Following a consolidation of equipment suppliers, the broadband network market has become mature with a few large players. This potentially leads to less diversity and industry creativity because the barriers to entry are now enormous. Starting a new venture in a mature market like this poses significant challenges. How would you approach funding a new venture in a mature market?

Advice from Chuck Gershman, Founder and Former CEO, Bay Microsystems

First, if you can get the venture off the ground, the opportunity is tremendous because competition for new approaches in a mature market is limited, and large players don’t move quickly. Their incentive is to change slowly to lengthen product life cycles. Rapid innovation is their Achilles’ heel. They are slow to respond to a market disrupter.

The downside to start-up innovators in a mature market is a diminished number of financiers interested in the space because of the barriers to entry, and because the most likely exit is an M&A play at low multiples. An entrepreneur needs to find a financier who understands the market space and can see the value in the new technology.

Given this reality, how do show potential sufficient to attract investors? In the hardware space, you must demonstrate a convincing go-to-market strategy with modest investment and a moderate cost of market penetration. The challenge is this: if the cost of success is high, it requires too much investment – and too much risk – before you can accurately assess the possibility of market success.

* You must be able to show a substantial total available market.

* You must be able to show that your capability meets the needs of the market.

* You must be able to show that the customer base will respond en masse – this is a key risk.

* With fewer investors willing to look at your product and technology, it takes more time and work to find interested investors.

Investors invest on perceived risk, so the task is to show that the risk is manageable. In the past, investors were convinced by a strategic partner who was a committed customer that would finance bringing the product to market.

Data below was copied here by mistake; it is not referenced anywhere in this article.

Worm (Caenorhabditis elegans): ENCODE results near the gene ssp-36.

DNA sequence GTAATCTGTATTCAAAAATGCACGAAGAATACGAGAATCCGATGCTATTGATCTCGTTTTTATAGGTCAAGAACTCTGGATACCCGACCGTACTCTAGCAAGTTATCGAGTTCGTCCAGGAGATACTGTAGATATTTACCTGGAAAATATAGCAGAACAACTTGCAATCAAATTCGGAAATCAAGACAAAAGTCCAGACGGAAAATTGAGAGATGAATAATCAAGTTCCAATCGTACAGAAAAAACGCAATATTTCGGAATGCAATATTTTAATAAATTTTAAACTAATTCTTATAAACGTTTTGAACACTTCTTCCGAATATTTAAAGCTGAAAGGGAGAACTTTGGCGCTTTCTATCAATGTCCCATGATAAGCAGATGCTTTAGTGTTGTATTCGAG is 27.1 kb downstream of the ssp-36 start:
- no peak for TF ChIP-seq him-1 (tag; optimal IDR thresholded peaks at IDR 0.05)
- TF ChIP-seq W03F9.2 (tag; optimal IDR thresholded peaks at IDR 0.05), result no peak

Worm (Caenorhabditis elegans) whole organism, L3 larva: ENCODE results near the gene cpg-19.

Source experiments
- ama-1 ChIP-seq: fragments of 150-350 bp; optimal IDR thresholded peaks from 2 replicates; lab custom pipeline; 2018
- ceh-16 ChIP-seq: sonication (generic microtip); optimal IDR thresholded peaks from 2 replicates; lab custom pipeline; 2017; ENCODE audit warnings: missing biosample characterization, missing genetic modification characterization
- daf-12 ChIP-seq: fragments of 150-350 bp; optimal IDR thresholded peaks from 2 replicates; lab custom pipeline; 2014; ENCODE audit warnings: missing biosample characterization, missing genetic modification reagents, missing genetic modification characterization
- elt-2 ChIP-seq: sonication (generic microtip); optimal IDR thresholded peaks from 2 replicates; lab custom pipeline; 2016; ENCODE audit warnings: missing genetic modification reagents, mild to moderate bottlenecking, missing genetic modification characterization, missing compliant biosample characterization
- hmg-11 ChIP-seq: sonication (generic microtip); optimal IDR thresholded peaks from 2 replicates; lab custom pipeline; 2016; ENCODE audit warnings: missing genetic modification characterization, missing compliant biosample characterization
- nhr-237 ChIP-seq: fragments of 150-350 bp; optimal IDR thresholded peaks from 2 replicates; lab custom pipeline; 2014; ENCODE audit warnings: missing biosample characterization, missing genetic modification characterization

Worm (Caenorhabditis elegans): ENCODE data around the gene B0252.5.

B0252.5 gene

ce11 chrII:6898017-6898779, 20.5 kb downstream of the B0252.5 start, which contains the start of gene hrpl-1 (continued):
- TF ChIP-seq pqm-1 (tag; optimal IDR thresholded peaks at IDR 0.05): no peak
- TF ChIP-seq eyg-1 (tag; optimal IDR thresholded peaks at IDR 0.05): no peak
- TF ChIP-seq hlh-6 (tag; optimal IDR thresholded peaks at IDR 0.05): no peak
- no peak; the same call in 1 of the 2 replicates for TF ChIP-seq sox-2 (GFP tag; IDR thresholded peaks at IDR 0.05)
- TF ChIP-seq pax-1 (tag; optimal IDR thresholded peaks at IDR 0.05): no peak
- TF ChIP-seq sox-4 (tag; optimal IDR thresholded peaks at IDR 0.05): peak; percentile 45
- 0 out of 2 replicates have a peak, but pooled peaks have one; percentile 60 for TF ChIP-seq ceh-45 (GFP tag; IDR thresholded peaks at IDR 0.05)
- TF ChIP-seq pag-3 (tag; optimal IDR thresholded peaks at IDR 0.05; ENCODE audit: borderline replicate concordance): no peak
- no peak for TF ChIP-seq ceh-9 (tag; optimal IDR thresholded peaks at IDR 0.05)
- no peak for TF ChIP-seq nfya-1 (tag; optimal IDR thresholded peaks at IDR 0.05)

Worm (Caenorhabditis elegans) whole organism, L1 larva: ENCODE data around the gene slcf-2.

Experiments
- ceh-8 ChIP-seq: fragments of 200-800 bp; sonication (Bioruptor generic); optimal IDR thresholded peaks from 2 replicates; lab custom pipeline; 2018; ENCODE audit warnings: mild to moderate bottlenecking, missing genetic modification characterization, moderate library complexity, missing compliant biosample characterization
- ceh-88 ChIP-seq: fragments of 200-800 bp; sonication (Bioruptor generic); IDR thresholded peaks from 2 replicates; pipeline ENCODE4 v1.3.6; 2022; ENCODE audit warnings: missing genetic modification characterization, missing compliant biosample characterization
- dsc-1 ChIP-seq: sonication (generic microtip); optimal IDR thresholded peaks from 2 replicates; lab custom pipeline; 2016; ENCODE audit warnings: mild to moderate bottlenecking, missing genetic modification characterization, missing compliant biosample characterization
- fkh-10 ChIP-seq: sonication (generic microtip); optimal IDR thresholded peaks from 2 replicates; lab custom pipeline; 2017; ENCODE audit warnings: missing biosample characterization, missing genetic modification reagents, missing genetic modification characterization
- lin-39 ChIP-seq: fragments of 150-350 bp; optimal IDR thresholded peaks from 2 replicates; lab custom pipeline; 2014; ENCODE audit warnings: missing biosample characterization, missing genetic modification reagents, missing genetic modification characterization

* In the current market, an effective strategy is to develop an early customer who is a strategic investor in your company from Day 1. This raises the likelihood of an exit, and therefore appeals to investors, but reduces downstream options and ROI.

How Do You Fund a New Venture in a Mature Market?

Following a consolidation of equipment suppliers, the broadband network market has become mature with a few large players. This potentially leads to less diversity and industry creativity because the barriers to entry are now enormous. Starting a new venture in a mature market like this poses significant challenges. How would you approach funding a new venture in a mature market?

Advice from Chuck Gershman, Founder and Former CEO, Bay Microsystems

First, if you can get the venture off the ground, the opportunity is tremendous because competition for new approaches in a mature market is limited, and large players don’t move quickly. Their incentive is to change slowly to lengthen product life cycles. Rapid innovation is their Achilles’ heel. They are slow to respond to a market disrupter.

The downside to start-up innovators in a mature market is a diminished number of financiers interested in the space because of the barriers to entry, and because the most likely exit is an M&A play at low multiples. An entrepreneur needs to find a financier who understands the market space and can see the value in the new technology.

Given this reality, how do show potential sufficient to attract investors? In the hardware space, you must demonstrate a convincing go-to-market strategy with modest investment and a moderate cost of market penetration. The challenge is this: if the cost of success is high, it requires too much investment – and too much risk – before you can accurately assess the possibility of market success.

* You must be able to show a substantial total available market.

* You must be able to show that your capability meets the needs of the market.

* You must be able to show that the customer base will respond en masse – this is a key risk.

* With fewer investors willing to look at your product and technology, it takes more time and work to find interested investors.

Investors invest on perceived risk, so the task is to show that the risk is manageable. In the past, investors were convinced by a strategic partner who was a committed customer that would finance bringing the product to market.

* In the current market, an effective strategy is to develop an early customer who is a strategic investor in your company from Day 1. This raises the likelihood of an exit, and therefore appeals to investors, but reduces downstream options and ROI.

* Another strategy is to pursue a creative IPO exit. For example, launching the IPO on a smaller foreign exchange. This reduces the long-term payout to founders, but may increase appeal to investors who prefer an IPO to an M&A exit.

* Another strategy is to pursue a creative IPO exit. For example, launching the IPO on a smaller foreign exchange. This reduces the long-term payout to founders, but may increase appeal to investors who prefer an IPO to an M&A exit.